The sample part of the test is optional and will not be graded. It serves to introduce you to the use of the input boxes.
Important notice: please solve the exercises on a sheet of paper without using a calculator. Enter your solutions into the input boxes, and they will be checked. As soon as you are familiar with the use of the input boxes, you can click "next" in the upper right-hand corner and take the graded entrance test.
Many exercises are followed by blue info texts that give hints for the use of the interactive input boxes. For more complex terms, a blue info box appears where the entered mathematical term is displayed as you type in your entry. Do not confirm your entry until the displayed term agrees completely with the solution you intend to enter.
##### Exercise 1.1.1
Simplify the following complex fractions so that only a simple fraction remains:
1. $\frac{2+\frac{3}{2}}{1-\frac{1}{3}}$ is equivalent to .
Enter, for example, $\frac{11}{12}$ as 11/12.
2. $\frac{4{x}^{2}+{y}^{2}}{3x-y}-\frac{5{x}^{2}-2{y}^{2}}{y-3x}$ is equivalent to .
Do not enter any brackets.

##### Exercise 1.1.2
Expand the brackets completely and collect like terms together:
$\left(x-2\right)\left(x+1\right)·x$ = .
Enter, for example, $\left(x+1\right)\left(x+2\right)$ = x^2+3*x+2 or also x*x+3*x+2.

##### Exercise 1.1.3
Apply one of the binomial formulas to transform each of the following terms:
1. $\left(-x-3\right)\left(-x+3\right)$ = .
2. $\left(s+2r+t{\right)}^{2}$ = .

Enter, for example, $\left(x+1{\right)}^{2}$ = x^2+2*x+1 or also x*x+2*x+1, however, your input must not contain any products of bracketed terms.

##### Exercise 1.1.4
Rewrite this power and radical expression as a simple power with a rational number as its exponent, without using the root sign:
$\sqrt{\sqrt{x}·x}$$=$ .
Enter, for example, $\sqrt{x}·{x}^{2}$ = x^(5/2) or also x^(2.5),
remember the brackets around the fraction in the exponent.

##### Exercise 1.1.5
Transform the fractions such that the denominator disappears:
1. $\frac{2x}{\sqrt{2}-\sqrt{3}}$ = .
2. $\frac{1}{\sqrt{n+1}+\sqrt{n}}$ = .
Your input must not contain any fractions or powers. However, radicals are allowed. For example, enter the square root $\sqrt{xyz}$ as sqrt(x*y*z).

##### Exercise 1.1.6
Solve the equation $\frac{t-2}{t+1}=2$ for $t$
Answer: $t$ =
.

##### Exercise 1.1.7
Specify the solution sets of the following quadratic equations:
1. ${x}^{2}+3x-10=0$ has the solution set .
2. ${x}^{2}+2x+3=0$ has the solution set .
3. $\left(x-1{\right)}^{2}-\left(x+1{\right)}^{2}=0$ has the solution set .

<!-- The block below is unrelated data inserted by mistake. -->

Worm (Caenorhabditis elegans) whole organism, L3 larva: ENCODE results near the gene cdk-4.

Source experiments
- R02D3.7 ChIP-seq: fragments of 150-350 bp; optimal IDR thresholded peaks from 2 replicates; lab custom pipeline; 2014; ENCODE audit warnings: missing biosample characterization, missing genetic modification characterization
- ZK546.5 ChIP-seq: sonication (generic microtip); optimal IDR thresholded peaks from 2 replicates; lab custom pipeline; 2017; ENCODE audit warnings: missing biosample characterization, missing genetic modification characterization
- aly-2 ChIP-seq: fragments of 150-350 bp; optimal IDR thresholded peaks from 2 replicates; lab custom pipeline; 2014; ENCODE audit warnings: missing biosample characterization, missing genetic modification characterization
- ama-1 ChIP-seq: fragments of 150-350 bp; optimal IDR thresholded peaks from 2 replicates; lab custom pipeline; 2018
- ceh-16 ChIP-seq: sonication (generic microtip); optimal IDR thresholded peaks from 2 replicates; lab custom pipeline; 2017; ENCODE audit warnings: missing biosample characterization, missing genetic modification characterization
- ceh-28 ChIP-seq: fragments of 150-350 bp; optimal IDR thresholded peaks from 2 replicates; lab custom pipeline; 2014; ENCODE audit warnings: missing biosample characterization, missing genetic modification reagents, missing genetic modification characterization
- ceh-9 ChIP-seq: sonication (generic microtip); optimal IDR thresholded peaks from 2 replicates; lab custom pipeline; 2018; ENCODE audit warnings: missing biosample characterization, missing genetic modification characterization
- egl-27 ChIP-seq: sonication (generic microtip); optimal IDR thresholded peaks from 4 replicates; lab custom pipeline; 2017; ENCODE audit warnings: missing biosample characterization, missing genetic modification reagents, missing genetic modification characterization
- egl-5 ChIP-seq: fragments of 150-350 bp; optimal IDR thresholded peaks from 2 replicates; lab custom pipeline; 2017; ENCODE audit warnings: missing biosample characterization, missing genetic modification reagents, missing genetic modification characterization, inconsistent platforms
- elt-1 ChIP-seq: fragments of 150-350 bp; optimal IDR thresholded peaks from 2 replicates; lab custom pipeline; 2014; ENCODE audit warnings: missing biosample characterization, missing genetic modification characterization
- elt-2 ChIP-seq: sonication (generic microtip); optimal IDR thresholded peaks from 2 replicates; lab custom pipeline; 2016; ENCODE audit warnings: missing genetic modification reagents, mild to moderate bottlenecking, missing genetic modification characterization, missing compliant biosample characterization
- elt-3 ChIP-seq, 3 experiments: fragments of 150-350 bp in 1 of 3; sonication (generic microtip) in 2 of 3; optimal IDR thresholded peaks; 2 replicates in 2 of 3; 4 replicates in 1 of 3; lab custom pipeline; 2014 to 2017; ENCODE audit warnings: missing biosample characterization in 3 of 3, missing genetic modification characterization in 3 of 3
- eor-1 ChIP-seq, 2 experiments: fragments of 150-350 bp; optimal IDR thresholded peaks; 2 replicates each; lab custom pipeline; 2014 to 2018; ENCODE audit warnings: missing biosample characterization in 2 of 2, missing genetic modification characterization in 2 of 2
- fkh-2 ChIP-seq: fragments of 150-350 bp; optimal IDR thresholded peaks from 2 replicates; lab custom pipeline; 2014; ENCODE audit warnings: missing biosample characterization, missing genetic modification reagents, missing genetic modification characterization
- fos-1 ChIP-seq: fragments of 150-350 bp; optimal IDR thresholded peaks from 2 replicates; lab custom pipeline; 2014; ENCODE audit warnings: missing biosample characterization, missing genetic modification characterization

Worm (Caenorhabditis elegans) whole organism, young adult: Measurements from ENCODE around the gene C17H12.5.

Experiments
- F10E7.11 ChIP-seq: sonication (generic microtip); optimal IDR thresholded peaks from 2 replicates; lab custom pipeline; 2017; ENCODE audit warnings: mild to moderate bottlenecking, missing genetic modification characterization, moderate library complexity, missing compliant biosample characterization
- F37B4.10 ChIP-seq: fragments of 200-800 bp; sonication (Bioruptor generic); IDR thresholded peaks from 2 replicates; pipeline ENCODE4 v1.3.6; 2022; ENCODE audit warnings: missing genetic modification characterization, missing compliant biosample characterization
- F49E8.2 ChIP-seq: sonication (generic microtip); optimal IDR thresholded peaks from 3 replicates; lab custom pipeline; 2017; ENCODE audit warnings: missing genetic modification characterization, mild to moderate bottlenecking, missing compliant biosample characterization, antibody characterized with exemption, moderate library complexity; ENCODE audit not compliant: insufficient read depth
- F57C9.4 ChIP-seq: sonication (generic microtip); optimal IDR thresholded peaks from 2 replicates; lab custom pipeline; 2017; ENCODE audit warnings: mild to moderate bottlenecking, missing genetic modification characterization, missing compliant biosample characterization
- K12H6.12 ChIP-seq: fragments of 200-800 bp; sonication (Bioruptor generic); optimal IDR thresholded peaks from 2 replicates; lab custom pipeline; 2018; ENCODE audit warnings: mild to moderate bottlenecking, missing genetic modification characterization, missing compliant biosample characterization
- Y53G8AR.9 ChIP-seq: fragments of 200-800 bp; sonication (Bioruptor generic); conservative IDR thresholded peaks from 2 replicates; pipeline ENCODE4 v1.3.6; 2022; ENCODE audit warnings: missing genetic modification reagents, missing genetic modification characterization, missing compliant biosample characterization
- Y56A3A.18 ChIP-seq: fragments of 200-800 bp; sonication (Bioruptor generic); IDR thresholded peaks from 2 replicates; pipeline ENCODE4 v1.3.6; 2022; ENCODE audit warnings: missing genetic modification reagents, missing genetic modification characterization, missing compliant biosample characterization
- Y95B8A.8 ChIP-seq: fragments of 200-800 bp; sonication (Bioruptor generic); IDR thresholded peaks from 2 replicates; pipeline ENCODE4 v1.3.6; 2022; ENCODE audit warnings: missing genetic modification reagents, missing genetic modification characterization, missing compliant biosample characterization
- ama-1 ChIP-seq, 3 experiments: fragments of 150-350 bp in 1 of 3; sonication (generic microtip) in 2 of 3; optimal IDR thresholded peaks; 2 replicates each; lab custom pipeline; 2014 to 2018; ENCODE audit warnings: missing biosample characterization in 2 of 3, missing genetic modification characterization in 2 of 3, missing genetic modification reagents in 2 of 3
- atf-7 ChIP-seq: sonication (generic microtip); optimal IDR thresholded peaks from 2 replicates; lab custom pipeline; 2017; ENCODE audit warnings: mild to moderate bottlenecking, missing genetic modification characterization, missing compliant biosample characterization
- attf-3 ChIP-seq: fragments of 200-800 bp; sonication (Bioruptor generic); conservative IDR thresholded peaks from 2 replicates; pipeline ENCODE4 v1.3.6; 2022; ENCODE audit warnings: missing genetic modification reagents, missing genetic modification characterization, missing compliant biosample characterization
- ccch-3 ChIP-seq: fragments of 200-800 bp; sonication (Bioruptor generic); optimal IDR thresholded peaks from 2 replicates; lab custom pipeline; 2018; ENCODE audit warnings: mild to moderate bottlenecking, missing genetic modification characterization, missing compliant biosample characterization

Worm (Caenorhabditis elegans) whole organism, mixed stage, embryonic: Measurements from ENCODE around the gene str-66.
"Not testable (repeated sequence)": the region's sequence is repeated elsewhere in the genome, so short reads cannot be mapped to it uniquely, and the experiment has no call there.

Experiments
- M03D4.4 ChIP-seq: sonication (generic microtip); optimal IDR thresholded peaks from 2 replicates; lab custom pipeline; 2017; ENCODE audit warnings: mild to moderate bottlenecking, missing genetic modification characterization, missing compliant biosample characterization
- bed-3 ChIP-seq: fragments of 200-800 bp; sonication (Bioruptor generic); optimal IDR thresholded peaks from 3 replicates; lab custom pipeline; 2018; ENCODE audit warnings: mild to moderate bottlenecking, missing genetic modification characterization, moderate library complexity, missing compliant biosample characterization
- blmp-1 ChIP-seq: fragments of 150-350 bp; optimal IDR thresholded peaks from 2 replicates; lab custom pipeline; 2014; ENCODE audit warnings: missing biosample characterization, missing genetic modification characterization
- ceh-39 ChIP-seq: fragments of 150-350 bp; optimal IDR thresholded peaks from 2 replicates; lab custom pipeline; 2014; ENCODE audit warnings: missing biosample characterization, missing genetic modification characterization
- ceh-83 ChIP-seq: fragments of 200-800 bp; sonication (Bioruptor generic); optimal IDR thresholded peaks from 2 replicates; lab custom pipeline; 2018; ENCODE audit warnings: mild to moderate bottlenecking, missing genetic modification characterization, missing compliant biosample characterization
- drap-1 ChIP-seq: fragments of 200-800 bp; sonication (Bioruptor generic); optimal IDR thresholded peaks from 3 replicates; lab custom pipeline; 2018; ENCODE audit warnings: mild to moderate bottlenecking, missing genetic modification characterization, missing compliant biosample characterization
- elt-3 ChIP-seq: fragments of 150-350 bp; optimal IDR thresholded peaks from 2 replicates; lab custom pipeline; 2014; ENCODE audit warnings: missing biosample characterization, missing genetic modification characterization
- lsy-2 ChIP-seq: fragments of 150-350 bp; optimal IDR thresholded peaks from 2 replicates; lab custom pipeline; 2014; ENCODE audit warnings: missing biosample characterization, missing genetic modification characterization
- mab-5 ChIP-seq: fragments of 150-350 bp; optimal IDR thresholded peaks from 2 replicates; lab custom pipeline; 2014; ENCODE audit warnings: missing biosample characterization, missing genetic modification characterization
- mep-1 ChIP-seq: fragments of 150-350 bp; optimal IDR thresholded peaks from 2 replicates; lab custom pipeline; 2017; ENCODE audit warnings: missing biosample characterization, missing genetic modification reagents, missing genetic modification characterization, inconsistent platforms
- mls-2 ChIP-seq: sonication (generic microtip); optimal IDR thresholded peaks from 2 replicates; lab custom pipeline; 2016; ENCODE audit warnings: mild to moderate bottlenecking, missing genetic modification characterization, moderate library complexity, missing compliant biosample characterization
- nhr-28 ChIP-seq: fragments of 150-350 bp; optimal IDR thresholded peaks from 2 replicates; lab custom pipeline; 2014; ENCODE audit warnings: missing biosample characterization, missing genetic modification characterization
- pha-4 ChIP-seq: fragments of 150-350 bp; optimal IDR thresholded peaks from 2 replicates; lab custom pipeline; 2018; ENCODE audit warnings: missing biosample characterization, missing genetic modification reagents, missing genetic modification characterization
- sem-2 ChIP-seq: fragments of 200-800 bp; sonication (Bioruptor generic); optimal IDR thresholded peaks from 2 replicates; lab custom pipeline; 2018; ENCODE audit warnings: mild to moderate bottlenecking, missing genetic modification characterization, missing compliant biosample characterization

Enter the solutions as sets. On a German keyboard, the curly brackets are accessed by holding the AltGr key and tapping 7 and 0, respectively. Enter the sets in the form {1;2;3}. The empty set is entered as {}.

##### Exercise 1.1.8
Specify the solution sets of the following equations:
1. $\frac{1}{x}+1=x-1$ has the solution set .
2. $\frac{1}{x}+\frac{2}{x}=\frac{4}{x}$ has the solution set .
3. $\sqrt{2{x}^{2}+1}=3x$ has the solution set .
The solution sets are allowed to contain radical terms. However, different choices of sign have to be entered explicitly. For example, enter $\left\{1±\frac{1}{2}\sqrt{3}\right\}$ as {1+1/2*sqrt(3);1-1/2*sqrt(3)}.
How many solutions does the equation $\left(b-a{\right)}^{100}+\left(b+a{\right)}^{100}=0$ have if $a$ and $b$ are independent variables?
No solution
Exactly one solution for both $a$ and $b$
One solution for $a$ and an infinite number of solutions for $b$
An infinite number of solutions for both variables

##### Exercise 1.1.9
Rewrite the absolute value expression $|2x-1|-3x$ as a case analysis with two expressions that do not contain any absolute values.
Answer: $|2x-1|-3x$ = .
A short version of a case analysis is entered in the form if(condition,value1,value2).

##### Exercise 1.1.10
Find all solutions of the absolute value equation $|2x-7|=x-2$.
Answer: The solution set is $L$$=$ .
Enter the solutions as sets. On a German keyboard, the curly brackets are accessed by holding the AltGr key and tapping 7 and 0, respectively.

##### Exercise 1.1.11
Specify the solution set of the inequality ${x}^{2}+4x<5$ as an interval.
Answer: $L$$=$

Typical inputs for intervals are (-3;2), or [5;infty), and also (-infty;infty). Enter $\infty$ as infinity or infty for short. Do not use the notation $\right]a;b\left[$ to enter open intervals but $\left(a;b\right)$.

##### Exercise 1.1.12
Specify the domains and the solution sets of the following inequalities as intervals:
1. The inequality $\sqrt{x}>x$ has the domain
and the solution set .
2. The inequality $\sqrt{\sqrt{x-1}+2}>\sqrt{x+1}$ has the domain
and the solution set .

As soon as you are familiar with the use of the input boxes, you can click "next" in the upper right corner and take the graded entrance test.